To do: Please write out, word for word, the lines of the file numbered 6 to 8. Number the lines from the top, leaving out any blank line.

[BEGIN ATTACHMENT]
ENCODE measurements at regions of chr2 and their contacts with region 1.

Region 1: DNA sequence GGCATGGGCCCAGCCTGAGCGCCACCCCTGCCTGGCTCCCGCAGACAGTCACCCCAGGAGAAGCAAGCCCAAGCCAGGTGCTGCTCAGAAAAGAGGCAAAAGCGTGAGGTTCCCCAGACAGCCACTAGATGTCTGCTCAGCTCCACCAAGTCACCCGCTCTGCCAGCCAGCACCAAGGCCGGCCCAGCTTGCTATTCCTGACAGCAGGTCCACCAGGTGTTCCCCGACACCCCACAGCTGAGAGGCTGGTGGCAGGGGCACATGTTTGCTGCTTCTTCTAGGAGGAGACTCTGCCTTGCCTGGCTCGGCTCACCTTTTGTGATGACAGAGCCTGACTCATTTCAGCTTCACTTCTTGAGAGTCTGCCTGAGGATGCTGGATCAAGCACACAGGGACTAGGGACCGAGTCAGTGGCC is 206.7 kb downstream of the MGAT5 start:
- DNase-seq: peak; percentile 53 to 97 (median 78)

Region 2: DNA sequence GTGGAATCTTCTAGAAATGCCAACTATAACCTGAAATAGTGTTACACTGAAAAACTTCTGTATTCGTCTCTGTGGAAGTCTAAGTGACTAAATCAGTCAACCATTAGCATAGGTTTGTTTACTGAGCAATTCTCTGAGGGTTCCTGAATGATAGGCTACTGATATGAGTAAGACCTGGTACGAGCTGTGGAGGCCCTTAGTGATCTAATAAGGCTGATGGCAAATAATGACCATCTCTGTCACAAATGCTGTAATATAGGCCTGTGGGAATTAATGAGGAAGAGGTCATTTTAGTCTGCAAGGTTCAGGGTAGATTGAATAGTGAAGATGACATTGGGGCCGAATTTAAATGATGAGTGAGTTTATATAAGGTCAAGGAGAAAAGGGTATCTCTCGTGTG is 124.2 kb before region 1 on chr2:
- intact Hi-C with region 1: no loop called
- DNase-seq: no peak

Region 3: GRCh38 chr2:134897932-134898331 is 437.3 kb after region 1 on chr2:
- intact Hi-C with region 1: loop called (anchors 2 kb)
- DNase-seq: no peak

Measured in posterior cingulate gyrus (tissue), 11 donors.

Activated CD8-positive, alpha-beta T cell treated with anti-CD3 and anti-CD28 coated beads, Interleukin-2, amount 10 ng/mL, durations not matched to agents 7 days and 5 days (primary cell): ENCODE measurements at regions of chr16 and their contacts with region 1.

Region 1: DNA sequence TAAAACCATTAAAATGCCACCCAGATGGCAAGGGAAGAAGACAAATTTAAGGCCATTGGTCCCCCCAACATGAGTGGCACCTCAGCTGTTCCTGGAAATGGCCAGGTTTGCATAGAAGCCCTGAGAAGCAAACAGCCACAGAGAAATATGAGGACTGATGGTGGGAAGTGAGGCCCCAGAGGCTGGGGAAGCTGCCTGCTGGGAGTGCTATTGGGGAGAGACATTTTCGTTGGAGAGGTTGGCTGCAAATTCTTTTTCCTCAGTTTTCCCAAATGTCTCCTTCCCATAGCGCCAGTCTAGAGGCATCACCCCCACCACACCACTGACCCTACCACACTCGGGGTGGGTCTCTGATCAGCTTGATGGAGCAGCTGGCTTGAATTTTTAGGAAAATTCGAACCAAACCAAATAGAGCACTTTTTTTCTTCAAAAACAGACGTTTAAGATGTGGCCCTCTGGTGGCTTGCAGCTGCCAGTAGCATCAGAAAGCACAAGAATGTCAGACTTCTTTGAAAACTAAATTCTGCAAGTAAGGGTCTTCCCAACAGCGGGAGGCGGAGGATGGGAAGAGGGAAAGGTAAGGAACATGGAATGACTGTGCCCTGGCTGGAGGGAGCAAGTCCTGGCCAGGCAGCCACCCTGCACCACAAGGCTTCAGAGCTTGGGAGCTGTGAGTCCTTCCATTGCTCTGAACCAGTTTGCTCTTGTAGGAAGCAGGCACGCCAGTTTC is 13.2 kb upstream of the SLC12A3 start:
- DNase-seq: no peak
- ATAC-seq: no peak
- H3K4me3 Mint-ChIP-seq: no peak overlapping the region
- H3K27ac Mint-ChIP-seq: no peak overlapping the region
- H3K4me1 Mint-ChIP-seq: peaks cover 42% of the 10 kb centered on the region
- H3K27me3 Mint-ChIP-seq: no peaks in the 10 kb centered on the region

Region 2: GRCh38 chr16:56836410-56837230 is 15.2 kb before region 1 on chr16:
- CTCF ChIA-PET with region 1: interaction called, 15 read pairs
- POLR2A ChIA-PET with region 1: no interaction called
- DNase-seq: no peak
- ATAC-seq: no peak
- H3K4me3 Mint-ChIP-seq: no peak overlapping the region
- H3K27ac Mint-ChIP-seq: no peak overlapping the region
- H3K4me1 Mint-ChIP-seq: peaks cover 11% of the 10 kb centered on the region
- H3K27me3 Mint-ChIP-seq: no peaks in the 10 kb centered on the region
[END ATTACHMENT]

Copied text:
- DNase-seq: no peak

Region 3: GRCh38 chr2:134897932-134898331 is 437.3 kb after region 1 on chr2:
- intact Hi-C with region 1: loop called (anchors 2 kb)